If 2020 had gone to plan, Nick Paine and David Morton would be landing back in Brisbane about now. In March last year, the future of Dead Puppet Society – the couple’s visual design and production company – was looking bright.
“We had an enormous amount of work with some incredibly high-profile partners,” Morton says. “It would’ve been skipping between New York, Montreal and London, all for these incredibly exciting projects. And on March 23 or something, all in the space of a day, everything was gone, cancelled.”
It’s a familiar story among arts and theatre companies laid low by the pandemic. But it seemed particularly challenging for Dead Puppet Society, which is best known for striking puppet-led productions such as The Wider Earth, Laser Beak Man and Storm Boy. Paine and Morton always had a presence in Brisbane but were otherwise internationalists, moving from Australia to the UK to the United States to South Africa and back again. Who knew when that business would return.
“We were going to hibernate the company,” Morton says. “We spoke seriously about what it would look like to just make sure our team were on the wage subsidy and hit pause.”
But Paine and Morton didn’t hibernate the company. Instead, they diversified, focusing on activations for events and public spaces, and launching a collections arm of the business that would allow fans to buy laser-cut precious metal curiosities for home display. The engine room for the reworked Dead Puppet Society would be a new open studio on Annerley Road – their first dedicated studio space in Brisbane.
Housed in a two-storey former shoe factory next door to the beautiful old Princess Theatre, the site’s landlords are Tivoli owners Steve Wilson and brothers Dave and Steve Sleswick, who announced in April that they’d purchased the 133-year-old theatre with the intention of returning it to its live-performance roots.
“The idea of an open workshop is something we’ve talked about for a very long time,” Paine says. “But it was when the Princess came up, which was around November last year, that we [knew we] wanted to be part of that precinct.”
It’s a neatly laid out space of concrete floors, turquoise walls and timber-beam ceilings. Occupying the centre of the floor are three enormous benches designed for Paine and Morton by frequent Dead Puppet collaborator Aaron Barton. In the back corner of the room is a $20,000 Thunder Laser cutting machine, which efficiently punches out the timber frames for Dead Puppet’s distinctive articulated creations (precious-metal work for collections is outsourced to Laws Laser in Geebung). Opposite, a roller door opens onto a narrow laneway between the workshop and the theatre, and acts as a dock for loading projects in or out of the space. Overlooking the laneway is an enormous mural by local artist Muchos, produced as part of the Brisbane Street Art Festival.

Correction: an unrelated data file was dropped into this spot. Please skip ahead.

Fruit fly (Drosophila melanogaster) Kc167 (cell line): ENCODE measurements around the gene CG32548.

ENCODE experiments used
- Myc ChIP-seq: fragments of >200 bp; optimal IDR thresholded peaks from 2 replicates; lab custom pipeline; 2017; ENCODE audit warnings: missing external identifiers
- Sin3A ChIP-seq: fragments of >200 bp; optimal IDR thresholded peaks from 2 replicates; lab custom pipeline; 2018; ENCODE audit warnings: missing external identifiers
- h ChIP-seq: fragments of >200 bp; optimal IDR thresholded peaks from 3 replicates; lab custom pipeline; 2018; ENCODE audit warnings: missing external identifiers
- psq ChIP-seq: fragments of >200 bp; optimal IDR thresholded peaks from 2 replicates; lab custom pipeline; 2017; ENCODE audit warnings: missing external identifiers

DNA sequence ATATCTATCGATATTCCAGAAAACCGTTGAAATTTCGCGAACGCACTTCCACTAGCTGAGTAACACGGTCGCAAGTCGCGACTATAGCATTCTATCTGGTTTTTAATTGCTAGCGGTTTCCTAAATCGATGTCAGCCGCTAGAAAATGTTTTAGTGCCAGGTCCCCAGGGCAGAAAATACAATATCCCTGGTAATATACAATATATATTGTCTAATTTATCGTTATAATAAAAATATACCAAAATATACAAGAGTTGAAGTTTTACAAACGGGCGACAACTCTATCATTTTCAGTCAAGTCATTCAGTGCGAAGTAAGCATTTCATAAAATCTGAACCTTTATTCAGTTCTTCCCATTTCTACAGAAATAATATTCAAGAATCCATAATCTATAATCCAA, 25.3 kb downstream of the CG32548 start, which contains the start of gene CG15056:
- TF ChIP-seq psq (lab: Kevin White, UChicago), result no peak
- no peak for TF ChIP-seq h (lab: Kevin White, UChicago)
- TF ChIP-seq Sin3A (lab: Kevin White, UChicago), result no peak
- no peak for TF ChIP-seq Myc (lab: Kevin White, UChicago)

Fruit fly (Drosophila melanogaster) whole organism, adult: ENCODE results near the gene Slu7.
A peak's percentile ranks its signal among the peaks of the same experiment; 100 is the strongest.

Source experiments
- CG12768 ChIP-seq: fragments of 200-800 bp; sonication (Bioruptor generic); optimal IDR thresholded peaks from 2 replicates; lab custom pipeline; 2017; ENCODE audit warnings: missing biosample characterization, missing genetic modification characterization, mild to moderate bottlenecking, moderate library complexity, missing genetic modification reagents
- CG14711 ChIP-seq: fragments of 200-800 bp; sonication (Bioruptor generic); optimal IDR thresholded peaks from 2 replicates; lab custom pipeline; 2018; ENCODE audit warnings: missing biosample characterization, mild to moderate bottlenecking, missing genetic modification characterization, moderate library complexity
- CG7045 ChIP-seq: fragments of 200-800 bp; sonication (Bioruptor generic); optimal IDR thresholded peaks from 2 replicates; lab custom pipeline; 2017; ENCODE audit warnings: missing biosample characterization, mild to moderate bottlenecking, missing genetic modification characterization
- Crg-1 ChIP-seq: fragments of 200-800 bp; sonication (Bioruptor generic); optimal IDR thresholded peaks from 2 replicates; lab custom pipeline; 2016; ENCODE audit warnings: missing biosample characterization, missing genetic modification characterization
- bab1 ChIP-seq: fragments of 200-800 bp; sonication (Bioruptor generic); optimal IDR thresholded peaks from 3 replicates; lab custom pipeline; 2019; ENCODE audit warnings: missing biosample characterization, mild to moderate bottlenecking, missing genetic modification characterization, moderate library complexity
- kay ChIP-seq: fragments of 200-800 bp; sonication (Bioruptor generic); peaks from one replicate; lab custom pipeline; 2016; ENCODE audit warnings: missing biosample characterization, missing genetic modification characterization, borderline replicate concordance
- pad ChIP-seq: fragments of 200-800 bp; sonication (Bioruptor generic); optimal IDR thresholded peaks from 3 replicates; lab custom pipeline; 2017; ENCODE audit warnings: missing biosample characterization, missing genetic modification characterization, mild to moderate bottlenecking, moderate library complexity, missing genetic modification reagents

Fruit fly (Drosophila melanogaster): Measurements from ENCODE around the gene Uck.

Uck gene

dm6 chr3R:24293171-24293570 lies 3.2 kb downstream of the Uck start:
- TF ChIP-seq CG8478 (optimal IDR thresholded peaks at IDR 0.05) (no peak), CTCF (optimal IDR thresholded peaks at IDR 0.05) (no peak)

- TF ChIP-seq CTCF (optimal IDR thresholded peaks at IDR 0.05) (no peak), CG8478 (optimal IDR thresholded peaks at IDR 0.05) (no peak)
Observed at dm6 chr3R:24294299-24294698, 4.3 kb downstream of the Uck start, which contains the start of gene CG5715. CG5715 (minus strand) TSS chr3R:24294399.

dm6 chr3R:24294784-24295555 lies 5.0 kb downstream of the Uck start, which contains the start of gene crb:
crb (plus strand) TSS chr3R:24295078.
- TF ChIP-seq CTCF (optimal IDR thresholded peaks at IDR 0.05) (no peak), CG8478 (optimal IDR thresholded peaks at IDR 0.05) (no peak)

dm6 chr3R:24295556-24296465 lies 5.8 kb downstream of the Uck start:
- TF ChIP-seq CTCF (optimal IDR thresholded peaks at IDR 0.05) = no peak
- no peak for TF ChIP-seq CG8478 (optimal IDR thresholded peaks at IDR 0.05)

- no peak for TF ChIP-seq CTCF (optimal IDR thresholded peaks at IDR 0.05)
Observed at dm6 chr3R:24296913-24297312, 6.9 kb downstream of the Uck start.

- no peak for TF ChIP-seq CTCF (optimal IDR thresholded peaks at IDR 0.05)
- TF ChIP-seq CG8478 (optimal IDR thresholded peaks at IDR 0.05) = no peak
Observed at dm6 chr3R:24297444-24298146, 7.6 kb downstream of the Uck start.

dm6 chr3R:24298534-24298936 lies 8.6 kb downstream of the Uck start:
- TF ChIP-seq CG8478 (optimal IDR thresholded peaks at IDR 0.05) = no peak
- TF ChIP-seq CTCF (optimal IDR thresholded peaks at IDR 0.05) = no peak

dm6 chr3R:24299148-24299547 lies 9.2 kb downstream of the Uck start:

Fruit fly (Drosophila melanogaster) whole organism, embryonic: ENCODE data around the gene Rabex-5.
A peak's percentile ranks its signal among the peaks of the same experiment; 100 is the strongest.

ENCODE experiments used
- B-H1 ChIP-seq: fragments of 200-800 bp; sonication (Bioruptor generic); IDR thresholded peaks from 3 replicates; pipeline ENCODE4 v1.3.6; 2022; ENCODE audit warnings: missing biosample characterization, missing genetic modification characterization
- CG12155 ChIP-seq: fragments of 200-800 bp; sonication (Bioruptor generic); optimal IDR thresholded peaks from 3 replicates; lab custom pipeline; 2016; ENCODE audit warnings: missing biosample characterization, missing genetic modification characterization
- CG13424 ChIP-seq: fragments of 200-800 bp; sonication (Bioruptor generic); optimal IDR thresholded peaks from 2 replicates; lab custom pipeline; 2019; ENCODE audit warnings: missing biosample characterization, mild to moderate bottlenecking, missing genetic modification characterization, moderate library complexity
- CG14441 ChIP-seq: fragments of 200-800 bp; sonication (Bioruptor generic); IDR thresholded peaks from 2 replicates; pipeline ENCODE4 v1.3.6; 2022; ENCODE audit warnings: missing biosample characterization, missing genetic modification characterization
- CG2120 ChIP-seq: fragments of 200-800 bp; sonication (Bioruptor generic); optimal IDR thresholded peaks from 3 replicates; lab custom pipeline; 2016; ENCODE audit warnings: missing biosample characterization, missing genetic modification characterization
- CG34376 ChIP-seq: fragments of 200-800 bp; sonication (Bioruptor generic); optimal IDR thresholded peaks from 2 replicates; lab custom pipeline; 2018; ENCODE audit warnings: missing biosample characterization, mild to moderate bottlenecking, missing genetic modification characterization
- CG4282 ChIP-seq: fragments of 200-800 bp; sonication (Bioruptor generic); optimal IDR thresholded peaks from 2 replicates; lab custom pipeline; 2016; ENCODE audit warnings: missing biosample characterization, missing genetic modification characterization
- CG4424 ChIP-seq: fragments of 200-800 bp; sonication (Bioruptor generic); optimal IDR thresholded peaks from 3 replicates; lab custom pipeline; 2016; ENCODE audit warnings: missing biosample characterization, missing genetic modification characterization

Perhaps most important is the gallery space out front of the workshop. Passers-by can stop in and inspect items from the collection or peer through the sliding glass doors at whatever Paine, Morton and the DPS team might be creating on any given day.
“The 15-to-20-year dream for us was … a public-facing gallery with a workshop visible behind it and a theatre attached,” Morton says. “And when we started speaking to Dave and Steve and Steve, we realised that’s what this was.
“The set-up was inspired by this shop called Village Tannery in New York’s West Village. You open the door and there’s this small showroom space, which has the different materials they’re using and their designs, and then the back wall is glass windows, and you can see the workshop and all the sewing machines and stuff.”
The long-term idea is to premiere works at the 500-seat Princess next door, so theatregoers can see the studio as they arrive or queue for shows. But the gallery will be open during the week for those who simply want to drop in.
“Exposing that artistic process to everyday passers-by is a really important part of building the culture of a city,” Paine says.
When Broadsheet visits, the Dead Puppet team is busy preparing laser-cut puppets for Echoes in the Dust, which will be performed next month just outside of Quilpie as part of the Queensland Music Trails, and Bundaberg’s Milbi Festival, which kicks off in late October. They're just two of numerous upcoming projects – the biggest of which is Ishmael, a co-production with QPAC that updates Moby Dick for the space age, with DPS puppetry and an original rock score. At the same time, the company’s working on 11 activations across Australia with a variety of arts organisations.
“We were planning to stop, and now we’ve just been through the busiest nine months of our lives,” Morton says, laughing.
It’s a familiar story for a bunch of industries in Brisbane, which at times feels like it’s bucking the pandemic to become an Australian boomtown. While the city’s arts scene has been rocked by Covid, the flipside is that a lot of Queensland artists have returned home from overseas to ride out the pandemic.
“Brisbane is doing what Hobart perhaps did, where we don’t have to be like the other major cities. We can lean really hard into the small-producer stuff,” Morton says.
“Right now, it feels like an even more exciting place to be, because a lot of those makers are still here,” Paine says. “So it will be interesting to see what happens post Covid, if everyone just goes overseas again. But ultimately, this space has made us put down roots and feel embedded here.”
Dead Puppet Society
6 Annerley Road, Woolloongabba